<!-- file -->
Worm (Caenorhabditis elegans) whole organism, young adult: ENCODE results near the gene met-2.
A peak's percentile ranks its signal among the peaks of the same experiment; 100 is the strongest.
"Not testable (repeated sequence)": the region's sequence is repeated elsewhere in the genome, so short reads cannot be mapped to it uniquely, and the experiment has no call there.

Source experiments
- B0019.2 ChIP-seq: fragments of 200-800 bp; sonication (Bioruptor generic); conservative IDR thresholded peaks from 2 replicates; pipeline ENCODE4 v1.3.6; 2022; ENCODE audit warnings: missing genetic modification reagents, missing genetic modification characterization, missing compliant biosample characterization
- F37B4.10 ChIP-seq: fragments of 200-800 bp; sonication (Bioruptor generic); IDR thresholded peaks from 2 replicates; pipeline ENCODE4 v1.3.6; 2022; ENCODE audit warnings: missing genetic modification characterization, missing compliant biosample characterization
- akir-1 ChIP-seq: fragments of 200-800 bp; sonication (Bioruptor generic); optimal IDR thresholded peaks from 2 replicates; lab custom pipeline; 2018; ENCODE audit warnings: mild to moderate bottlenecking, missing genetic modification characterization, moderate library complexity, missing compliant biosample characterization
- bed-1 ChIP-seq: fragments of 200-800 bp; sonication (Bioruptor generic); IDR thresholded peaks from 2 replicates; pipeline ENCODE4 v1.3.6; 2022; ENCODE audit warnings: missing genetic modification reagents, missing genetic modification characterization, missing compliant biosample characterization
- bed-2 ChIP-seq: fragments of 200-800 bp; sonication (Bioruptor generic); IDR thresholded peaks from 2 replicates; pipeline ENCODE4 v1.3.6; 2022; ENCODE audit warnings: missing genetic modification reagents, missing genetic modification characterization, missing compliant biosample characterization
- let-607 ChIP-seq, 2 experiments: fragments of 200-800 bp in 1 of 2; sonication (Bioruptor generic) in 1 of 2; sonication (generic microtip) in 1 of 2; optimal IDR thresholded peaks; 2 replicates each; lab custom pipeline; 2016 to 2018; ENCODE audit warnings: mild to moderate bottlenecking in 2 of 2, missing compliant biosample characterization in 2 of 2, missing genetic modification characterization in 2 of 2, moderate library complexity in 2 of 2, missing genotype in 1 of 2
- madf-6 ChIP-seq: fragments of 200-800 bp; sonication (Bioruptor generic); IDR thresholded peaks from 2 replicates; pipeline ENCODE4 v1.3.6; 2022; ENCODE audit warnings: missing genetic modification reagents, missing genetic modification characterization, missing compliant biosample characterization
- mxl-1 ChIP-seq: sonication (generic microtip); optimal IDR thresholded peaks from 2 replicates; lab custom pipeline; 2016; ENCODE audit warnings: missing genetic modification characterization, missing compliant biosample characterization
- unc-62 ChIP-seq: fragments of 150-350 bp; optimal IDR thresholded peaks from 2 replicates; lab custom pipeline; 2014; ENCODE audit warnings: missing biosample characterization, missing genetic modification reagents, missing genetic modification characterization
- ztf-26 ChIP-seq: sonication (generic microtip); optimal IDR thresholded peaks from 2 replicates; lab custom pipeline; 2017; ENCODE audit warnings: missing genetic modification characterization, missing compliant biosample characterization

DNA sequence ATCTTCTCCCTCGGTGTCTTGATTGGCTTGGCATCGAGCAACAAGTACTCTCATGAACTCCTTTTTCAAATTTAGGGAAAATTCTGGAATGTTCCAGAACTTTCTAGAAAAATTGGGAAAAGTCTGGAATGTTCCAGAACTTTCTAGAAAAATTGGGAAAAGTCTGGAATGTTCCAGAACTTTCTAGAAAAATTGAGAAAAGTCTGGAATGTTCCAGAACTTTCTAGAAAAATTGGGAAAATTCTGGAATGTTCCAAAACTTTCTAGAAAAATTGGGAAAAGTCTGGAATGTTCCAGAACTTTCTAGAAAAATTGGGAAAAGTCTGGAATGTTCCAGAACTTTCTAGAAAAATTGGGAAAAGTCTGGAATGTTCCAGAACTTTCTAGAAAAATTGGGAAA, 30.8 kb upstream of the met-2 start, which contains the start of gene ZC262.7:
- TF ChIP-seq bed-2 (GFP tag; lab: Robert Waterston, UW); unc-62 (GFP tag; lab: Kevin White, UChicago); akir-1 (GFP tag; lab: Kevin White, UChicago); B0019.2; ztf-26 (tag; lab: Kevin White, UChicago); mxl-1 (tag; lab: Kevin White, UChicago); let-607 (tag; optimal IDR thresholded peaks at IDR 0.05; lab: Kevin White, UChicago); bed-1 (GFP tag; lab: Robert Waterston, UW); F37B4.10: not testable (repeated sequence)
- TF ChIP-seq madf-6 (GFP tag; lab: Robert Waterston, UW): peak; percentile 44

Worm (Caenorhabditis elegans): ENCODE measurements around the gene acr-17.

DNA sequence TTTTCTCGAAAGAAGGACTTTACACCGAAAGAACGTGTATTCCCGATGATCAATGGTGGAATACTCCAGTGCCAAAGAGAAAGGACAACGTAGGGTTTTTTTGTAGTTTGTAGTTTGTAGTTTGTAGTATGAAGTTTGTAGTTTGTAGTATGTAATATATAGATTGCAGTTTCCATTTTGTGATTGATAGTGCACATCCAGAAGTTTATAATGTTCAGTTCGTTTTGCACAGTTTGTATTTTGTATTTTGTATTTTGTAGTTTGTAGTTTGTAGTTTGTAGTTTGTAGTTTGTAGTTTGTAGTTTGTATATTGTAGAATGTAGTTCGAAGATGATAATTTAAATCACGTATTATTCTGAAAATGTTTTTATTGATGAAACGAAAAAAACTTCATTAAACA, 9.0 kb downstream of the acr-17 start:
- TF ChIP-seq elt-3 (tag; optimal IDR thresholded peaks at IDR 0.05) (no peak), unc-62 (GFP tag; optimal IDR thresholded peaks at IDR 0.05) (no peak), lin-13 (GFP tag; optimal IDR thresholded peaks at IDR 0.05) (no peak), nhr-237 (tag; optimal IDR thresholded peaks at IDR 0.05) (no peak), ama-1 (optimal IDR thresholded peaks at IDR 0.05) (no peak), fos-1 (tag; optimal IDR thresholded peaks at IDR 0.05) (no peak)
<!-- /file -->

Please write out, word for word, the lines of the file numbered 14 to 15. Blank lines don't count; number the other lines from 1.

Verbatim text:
- ztf-26 ChIP-seq: sonication (generic microtip); optimal IDR thresholded peaks from 2 replicates; lab custom pipeline; 2017; ENCODE audit warnings: missing genetic modification characterization, missing compliant biosample characterization

DNA sequence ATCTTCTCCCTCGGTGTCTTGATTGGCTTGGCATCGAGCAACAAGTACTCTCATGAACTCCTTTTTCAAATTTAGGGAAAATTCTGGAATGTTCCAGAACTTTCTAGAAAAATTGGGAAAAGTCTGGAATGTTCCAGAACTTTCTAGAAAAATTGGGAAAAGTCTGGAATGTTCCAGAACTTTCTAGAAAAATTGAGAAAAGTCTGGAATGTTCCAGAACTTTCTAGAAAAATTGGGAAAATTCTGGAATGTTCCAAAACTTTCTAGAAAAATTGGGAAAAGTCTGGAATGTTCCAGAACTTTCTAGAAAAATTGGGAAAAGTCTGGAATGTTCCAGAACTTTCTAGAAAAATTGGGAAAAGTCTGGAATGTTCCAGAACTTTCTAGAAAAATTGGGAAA, 30.8 kb upstream of the met-2 start, which contains the start of gene ZC262.7: